Lula’s stance could jeopardize Mercosur-EU deal
Brazilian President Luiz Inácio Lula da Silva’s stance on the war in Ukraine might jeopardize the Mercosur-European Union deal, according to a confidential report drafted ahead of a European foreign ministers’ summit and accessed by Politico.
The EU is concerned about Brazil’s position on Russia’s war against Ukraine and Brazil’s lack of engagement on climate [and] environmental issues, the document allegedly reads. It also points out that making progress on the EU-Mercosur agreement will be of vital importance, especially for Europe to strengthen its relations with Latin American countries in the face of Russia and China’s rapprochement. But the EU will also have to increase investments in energy, digital and sustainable value chains in the face of the Asian giant’s plans in the Latin American region, especially with Brazil, its largest trading partner.
During his three-day tour of Beijing and Abu Dhabi, Lula spoke about creating a peace club of impartial countries to mediate in the Ukraine crisis. He underlined that the decision of the war was made by two countries, indicating that Ukraine and Russia bear equal responsibility for the conflict, and accused the United States and Europe of prolonging the conflict with their arms shipments. He also announced that he would abandon the dollar to trade in yuan with China.
The approach that puts the victim and the aggressor on the same scale and accuses of encouraging war those countries that help Ukraine defend itself from deadly aggression does not correspond to the real state of affairs, Ukrainian Foreign Ministry Spokesman Oleg Nikolenko said when inviting Lula to visit his country.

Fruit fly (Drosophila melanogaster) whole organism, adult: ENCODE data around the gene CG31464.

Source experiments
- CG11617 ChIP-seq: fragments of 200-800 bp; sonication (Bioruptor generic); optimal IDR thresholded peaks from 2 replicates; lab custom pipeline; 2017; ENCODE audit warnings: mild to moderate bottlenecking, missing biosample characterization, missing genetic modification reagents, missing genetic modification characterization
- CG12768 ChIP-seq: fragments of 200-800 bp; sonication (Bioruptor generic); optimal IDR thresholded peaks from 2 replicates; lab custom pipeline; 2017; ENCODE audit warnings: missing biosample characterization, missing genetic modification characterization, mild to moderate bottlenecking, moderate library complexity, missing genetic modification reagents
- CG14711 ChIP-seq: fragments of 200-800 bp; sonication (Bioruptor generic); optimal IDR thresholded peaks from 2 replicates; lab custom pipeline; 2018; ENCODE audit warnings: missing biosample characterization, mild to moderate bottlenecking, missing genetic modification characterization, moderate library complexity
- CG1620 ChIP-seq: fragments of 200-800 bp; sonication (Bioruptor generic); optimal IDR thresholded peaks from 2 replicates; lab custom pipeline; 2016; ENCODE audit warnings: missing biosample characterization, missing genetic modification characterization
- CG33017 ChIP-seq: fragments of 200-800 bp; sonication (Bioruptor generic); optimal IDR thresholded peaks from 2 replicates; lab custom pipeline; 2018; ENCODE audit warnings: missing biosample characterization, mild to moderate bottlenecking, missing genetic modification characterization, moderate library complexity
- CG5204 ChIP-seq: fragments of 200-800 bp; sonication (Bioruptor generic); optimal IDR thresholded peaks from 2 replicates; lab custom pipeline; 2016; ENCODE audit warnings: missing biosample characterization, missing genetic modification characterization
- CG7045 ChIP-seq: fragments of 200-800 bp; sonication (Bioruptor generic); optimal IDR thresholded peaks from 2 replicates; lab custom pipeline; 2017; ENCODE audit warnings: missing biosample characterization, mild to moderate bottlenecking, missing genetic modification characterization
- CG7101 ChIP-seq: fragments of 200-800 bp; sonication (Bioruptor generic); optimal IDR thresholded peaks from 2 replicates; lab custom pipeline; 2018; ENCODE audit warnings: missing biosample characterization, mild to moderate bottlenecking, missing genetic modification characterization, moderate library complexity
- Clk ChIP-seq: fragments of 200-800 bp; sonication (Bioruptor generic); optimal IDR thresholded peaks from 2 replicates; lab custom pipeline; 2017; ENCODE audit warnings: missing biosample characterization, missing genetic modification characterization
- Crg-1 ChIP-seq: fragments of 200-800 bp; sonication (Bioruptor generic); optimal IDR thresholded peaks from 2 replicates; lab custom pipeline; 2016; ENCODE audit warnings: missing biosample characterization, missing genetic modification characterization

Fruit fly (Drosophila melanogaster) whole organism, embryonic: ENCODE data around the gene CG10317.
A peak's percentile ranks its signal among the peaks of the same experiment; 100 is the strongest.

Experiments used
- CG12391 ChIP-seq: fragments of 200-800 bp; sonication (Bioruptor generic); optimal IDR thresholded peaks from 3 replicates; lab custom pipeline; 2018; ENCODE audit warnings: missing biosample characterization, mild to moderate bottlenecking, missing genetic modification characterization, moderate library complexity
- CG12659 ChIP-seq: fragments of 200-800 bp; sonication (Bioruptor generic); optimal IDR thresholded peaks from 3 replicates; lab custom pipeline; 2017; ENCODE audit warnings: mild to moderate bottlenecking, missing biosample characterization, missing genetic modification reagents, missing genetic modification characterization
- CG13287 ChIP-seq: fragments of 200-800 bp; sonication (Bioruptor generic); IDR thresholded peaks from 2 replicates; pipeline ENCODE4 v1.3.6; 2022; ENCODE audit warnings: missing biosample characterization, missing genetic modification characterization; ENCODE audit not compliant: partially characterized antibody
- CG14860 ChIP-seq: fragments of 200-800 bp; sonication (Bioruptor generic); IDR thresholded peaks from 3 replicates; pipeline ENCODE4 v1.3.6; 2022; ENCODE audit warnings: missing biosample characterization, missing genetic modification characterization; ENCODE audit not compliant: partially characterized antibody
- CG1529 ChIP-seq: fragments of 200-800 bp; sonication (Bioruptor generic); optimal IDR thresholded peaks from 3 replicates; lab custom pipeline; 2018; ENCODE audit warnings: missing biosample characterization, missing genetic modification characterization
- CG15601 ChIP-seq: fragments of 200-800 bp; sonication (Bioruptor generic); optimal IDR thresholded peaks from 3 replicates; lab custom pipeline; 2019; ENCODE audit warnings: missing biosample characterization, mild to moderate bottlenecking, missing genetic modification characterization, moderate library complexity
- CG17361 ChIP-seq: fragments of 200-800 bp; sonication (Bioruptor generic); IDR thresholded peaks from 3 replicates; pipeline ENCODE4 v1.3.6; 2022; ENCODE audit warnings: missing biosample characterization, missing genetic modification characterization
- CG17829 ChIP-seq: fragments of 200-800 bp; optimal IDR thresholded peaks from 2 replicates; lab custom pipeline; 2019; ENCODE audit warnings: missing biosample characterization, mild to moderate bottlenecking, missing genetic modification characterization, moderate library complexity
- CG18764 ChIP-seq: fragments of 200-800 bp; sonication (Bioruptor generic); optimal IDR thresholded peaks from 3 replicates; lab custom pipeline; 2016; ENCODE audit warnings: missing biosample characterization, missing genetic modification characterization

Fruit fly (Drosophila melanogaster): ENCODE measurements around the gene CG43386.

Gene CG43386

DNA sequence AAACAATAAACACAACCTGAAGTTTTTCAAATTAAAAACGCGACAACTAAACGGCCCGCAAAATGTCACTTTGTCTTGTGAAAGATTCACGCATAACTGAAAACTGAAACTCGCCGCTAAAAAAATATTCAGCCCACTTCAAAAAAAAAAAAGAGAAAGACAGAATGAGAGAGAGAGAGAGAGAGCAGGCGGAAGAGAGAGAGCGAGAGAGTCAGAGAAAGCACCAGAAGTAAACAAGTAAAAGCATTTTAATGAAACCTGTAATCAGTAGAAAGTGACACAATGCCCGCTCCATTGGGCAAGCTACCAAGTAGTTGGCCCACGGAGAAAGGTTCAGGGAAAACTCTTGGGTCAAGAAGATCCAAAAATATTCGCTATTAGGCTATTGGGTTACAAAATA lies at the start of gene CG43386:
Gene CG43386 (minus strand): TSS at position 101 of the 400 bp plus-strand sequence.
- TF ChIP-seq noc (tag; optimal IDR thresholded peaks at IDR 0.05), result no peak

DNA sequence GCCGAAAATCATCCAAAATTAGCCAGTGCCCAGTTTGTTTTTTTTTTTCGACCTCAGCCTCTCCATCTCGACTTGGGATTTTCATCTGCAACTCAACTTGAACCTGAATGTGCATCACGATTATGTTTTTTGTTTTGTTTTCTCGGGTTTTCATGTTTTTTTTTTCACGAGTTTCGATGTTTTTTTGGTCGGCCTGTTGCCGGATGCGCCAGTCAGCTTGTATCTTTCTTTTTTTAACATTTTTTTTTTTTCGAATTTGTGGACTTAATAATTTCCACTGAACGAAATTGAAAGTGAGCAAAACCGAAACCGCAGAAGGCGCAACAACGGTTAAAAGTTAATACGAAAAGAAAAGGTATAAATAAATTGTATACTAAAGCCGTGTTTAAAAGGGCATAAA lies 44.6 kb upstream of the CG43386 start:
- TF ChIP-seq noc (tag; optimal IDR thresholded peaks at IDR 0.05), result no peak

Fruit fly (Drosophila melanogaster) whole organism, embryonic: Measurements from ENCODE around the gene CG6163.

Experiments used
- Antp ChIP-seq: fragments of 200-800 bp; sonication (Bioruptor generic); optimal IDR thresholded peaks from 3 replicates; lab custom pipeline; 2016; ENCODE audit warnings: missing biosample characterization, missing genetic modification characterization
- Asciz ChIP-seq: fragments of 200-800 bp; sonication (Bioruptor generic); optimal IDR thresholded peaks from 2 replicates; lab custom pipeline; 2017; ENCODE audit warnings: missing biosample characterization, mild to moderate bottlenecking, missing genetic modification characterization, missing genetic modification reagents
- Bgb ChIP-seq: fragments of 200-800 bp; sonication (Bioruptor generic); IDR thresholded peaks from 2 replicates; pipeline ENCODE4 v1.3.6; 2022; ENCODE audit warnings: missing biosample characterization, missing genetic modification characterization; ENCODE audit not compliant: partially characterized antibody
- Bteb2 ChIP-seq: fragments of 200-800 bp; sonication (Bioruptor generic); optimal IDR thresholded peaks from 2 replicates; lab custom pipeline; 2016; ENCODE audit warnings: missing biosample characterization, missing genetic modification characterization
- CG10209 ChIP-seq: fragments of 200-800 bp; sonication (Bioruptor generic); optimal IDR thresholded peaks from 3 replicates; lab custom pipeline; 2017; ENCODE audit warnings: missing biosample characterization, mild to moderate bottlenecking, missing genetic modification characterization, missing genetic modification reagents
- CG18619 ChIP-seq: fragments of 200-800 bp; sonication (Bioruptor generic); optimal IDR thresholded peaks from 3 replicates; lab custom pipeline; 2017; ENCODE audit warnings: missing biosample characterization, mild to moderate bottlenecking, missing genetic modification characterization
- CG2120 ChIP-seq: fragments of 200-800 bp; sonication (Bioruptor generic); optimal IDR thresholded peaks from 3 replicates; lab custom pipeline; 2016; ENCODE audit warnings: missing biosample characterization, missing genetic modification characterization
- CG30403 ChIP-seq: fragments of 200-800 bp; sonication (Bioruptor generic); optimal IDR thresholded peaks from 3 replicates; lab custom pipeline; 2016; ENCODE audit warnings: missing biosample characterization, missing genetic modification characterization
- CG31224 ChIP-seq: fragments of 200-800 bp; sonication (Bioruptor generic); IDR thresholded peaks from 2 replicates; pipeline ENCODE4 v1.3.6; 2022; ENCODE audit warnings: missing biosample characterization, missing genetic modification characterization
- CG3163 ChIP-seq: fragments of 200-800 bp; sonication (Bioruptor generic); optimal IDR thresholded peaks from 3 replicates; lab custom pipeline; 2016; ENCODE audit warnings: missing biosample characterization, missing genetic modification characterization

Washington described as erroneous the statements of Brazilian Foreign Minister Mauro Vieira when receiving his Russian counterpart Sergei Lavrov in Brasilia this week: We were shocked at the tone of the Foreign Ministry press conference, which did not use a tone of neutrality and suggested that the US and Europe are not interested in peace or that they share responsibility for the war, that is completely wrong, said White House Spokeswoman Karine Jean-Pierre.
Lula’s statements were not a sign of Brazil’s strength as a regional power, but of its enormous economic dependence on China to the point of determining its foreign policy and, what is more serious, of the use of the world’s reserve currency for a country with such a high foreign debt as Brazil, argued a political analyst quoted by Politico.
At a time when protectionism is resurgent and gaining strength in the world, we can promote alternatives that ensure shared prosperity, Lula said Wednesday during a toast with Romanian President Klaus Werner Iohannis, who is in Brazil on an official visit.
Brazil has an interest in the conclusion of the Mercosur-European Union agreement. It must be balanced, capable of supporting the reindustrialization and development project of the country [Brazil], said Lula.
Everything leads us to believe that there is a strong link between the search for a seat in the UN Security Council and Brazil’s insistence on being one of the articulators of a possible peace group together with India, considered Roberto Goulart Menezes, a press agent of the G7.
Commentators on Brazil’s opposition media Jovem Pan this week even suggested Lula seeking the Nobel Peace Prize would be a good explanation for his lukewarm approach to the Russia-Ukraine conflict.